Fiduciary Eyes Duration Extension
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Fiduciary Trust Company International will consider extending its duration if 10-year Treasury yields climb back to August levels of 4.50-4.60%. Mike Materasso, global head of the firm's $18 billion taxable bond portfolio, sees 10-year yields staying in a range of 4-4.75%, and adding duration would be in anticipation of the 10-year likely returning to a lower yield ahead of a full-fledged recovery. Materasso says Fiduaciary might add duration by buying longer-dated corporates, particularly if a rise in Treasury yields coincides with a surge in corporate issuance that causes spread widening. If a particular sector sees a flood of new issuance, it may temporarily create indigestion for the market, leading to a buying opportunity in that sector, Materasso says.
Fiduciary recently shortened its duration when 10-year yields briefly dipped below the 4% mark--a move that paid off handsomely after the better-than-expected September jobs report sent yields up to 4.20% on renewed optimism about the economy. "We weren't positioning ahead of the jobs number, but we felt that Treasury yields at a 4% handle seemed to be appropriate given the economic growth we've seen, and I believe the Federal Reserve is not just jawboning but they are serious in terms of keeping monetary policy stable at 1%," Materasso says. The firm sold 30-year Treasuries equivalent to 4% of its portfolio in order to lower duration, moving the money it raised into four- to six-year Treasuries and cash equivalents.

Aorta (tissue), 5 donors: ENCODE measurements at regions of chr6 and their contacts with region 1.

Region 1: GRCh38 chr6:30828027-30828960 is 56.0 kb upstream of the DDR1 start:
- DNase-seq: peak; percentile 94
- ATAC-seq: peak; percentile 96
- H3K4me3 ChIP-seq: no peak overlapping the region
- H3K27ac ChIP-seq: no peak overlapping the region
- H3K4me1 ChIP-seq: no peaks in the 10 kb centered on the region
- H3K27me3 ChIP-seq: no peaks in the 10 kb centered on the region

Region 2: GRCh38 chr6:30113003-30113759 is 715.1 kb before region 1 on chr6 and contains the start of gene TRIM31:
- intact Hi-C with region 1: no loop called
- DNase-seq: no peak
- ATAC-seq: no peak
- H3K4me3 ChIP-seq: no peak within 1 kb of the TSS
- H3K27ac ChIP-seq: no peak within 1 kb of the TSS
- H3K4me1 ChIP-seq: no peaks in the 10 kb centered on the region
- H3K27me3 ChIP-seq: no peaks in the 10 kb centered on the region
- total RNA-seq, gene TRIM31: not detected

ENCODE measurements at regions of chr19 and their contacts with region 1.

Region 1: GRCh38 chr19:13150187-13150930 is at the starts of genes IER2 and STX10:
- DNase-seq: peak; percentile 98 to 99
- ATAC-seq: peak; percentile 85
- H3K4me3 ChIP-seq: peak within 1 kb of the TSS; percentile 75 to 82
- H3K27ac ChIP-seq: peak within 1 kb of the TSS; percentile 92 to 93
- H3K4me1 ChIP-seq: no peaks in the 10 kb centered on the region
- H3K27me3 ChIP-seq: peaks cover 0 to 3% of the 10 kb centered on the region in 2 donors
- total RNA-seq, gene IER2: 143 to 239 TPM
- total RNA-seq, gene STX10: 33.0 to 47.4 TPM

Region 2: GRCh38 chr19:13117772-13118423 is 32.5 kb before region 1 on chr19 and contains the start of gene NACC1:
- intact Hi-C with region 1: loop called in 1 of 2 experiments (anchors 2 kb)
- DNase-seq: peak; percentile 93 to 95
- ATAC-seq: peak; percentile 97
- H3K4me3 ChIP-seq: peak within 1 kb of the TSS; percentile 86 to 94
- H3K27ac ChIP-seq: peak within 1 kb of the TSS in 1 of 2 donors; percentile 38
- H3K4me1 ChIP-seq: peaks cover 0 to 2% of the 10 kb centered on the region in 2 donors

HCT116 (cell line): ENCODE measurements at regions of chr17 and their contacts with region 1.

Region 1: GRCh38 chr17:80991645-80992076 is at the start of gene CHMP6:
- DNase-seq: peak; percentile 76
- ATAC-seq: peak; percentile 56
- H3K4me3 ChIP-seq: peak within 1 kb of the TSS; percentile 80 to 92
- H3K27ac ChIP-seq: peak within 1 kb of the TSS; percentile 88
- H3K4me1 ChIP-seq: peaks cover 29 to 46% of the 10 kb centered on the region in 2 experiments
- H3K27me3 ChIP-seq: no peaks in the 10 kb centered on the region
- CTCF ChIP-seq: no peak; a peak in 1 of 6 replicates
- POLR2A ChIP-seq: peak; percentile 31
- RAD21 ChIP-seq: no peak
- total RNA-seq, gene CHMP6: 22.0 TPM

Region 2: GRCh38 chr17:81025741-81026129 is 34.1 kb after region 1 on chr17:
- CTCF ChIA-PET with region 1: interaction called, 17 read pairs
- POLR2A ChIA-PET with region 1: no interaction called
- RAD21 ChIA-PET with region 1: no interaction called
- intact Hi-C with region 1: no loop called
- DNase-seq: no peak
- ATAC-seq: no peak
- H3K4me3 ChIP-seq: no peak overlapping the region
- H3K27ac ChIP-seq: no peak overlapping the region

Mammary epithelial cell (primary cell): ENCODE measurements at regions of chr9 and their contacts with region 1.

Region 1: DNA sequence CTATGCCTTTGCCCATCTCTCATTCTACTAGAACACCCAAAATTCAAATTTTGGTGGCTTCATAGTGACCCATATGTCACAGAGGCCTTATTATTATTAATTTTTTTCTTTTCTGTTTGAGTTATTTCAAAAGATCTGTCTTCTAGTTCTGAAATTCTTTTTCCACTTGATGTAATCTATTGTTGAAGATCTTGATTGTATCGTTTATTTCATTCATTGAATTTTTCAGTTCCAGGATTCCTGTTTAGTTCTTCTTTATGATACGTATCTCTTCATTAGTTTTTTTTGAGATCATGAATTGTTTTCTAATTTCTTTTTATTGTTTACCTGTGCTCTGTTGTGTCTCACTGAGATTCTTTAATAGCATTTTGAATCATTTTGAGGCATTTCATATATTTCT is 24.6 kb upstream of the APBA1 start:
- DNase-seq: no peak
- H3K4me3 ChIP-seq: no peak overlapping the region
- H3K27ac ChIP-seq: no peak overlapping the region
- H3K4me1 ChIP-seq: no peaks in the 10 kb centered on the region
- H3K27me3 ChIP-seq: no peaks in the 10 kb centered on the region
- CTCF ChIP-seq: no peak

At a duration of roughly 4.18 years, the New York firm is 5% short its bogey, the 4.4-year Lehman Brothers Aggregate index. It allocates 30% to investment-grade corporates, 30% to mortgage-backed securities, 12% to Treasuries, 10% to non-U.S. dollar bonds, 10% to high-yield, 6% to agencies and 2% to preferred stock, which it uses as a corporate bond surrogate.